Heating Engineer’s Insurance: Explained

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sAll businesses face risks and heating engineers are no different.

There’s the potential for loss of tools, equipment, materials and other property due to accidental damage or theft. There’s also the risk that an employee or member of the public could be injured or their property could be damaged as a result of a heating engineer’s activities. They might not be able to earn if they can’t work due to an injury or an illness. And they could face a large legal bill if legal action is taken against them.

However, due to the fact that heating engineers often use heat as part of their work, the potential to start fires accidentally is increased, and accidental fires can lead to substantial public liability insurance claims. Those working in this trade require heating engineer insurance.

 

How insurers deal with heat use

Because heat use can lead to substantial insurance claims, insurers either exclude cover for claims arising out of heat use, or include cover for it but charge an appropriate additional premium to reflect the increased risk.

If you don’t use heat in your work, you can save money on your insurance premiums by accepting the heat use exclusion. If your work does involve the application of heat, though, it’s important to make sure that your insurance policy doesn’t include a heat use exclusion so you’re fully protected.

When an insurer agrees to remove the heat use exclusion, it will generally be replaced with heat use conditions. It is important that you comply with these because otherwise, your cover may not apply in the event of a claim.

 

What are heat use conditions?

The heat use conditions set out the basic precautions you should take to minimise the risk of an accidental fire starting, or of it getting out of hand if one is started. They include:

  • making sure that any combustible materials are either removed from the area or covered with non-combustible materials
  • making sure that suitable fire extinguishing equipment is available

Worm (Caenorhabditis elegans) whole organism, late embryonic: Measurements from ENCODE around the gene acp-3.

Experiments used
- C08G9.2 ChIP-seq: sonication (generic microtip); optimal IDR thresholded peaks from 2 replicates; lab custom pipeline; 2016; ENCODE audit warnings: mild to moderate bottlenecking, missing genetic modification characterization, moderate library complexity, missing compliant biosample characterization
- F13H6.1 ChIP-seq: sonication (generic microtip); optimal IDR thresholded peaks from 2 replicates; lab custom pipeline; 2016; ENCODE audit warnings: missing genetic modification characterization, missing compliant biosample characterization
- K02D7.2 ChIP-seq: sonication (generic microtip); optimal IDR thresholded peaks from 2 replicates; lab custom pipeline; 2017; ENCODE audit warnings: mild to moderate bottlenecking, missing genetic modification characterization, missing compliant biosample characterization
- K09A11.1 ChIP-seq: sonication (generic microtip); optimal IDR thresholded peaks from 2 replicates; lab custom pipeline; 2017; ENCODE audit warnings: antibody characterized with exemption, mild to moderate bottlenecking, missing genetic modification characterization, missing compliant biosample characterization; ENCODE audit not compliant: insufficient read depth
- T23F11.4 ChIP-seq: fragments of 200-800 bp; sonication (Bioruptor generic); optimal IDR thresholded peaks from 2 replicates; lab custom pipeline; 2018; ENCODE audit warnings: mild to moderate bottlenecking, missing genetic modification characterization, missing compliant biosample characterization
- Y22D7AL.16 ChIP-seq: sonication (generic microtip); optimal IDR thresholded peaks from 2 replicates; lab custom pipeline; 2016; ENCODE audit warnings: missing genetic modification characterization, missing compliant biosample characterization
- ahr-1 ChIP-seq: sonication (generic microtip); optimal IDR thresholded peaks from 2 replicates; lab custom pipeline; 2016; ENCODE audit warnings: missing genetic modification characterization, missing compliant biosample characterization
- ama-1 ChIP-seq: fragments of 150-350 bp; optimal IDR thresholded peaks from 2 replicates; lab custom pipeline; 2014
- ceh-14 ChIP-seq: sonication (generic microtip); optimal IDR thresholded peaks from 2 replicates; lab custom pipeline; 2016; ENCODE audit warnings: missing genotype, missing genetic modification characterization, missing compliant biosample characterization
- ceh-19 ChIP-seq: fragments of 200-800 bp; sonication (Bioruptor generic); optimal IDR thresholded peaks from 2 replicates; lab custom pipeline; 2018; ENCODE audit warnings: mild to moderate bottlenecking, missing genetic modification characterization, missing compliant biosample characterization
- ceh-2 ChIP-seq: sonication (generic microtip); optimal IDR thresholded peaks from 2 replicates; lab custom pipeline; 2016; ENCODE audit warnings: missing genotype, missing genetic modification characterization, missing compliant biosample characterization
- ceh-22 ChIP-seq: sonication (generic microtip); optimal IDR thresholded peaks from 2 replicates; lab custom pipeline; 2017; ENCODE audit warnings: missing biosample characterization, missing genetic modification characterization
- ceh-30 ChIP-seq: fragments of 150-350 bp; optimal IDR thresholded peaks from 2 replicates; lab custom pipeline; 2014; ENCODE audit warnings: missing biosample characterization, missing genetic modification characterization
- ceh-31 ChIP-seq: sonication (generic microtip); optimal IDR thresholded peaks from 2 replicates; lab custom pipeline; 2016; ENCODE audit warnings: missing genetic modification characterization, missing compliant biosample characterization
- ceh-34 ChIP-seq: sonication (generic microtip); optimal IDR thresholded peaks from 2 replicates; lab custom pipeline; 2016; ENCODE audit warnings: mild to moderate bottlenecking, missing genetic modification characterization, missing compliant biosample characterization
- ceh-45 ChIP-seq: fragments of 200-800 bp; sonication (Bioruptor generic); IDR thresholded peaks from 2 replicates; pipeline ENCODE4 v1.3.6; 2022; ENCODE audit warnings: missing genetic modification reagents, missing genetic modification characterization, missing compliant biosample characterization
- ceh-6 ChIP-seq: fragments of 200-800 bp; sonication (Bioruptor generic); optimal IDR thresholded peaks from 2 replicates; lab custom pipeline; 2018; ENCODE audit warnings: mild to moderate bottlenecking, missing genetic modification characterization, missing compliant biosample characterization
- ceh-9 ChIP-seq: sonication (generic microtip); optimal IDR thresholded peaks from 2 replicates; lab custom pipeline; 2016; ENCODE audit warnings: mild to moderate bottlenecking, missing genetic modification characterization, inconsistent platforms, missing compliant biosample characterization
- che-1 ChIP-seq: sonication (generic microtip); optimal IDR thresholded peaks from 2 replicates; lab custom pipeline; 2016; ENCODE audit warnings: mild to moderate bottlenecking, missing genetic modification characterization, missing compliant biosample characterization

• only lighting a blowtorch when it is in use and putting it out as soon as it is no longer needed
  • never leaving a lit blowtorch unattended
  • only refilling a blowtorch in the open
  • checking the other side of walls, floors, ceilings, and other partitions when heating metal that is built into them to ensure there is nothing combustible on the other side that could catch fire due to conducted heat
  • checking the work site 30 and 60 minutes after the heat use has finished

 

Selecting an indemnity limit

No matter what business you are in, there’s the potential to cause an accident that leads to a public liability insurance claim that is expensive to settle. A serious injury could well result in a compensation award in excess of £250,000 with legal costs and other expenses on top of that.

Due to the heat use and its potential for causing accidental fires, though, the chance of a heating engineer causing major property damage is higher than for many other trades. A fire in a residential building could end up being extremely costly, particularly if it was in a block of flats or a terrace where the fire spread to neighbouring properties. A fire in a commercial premises could also result in a substantial claim, particularly if the claim included loss of revenue as well as the damage.

The public liability insurance indemnity limit is the maximum amount the insurer will pay in the event of a claim. The minimum limit is £1,000,000, although you can pay an additional premium to increase the limit. If you are using heat on expensive properties, it’s worth considering increasing the indemnity limit appropriately. See our optional cover page on professional indemnity insurance.

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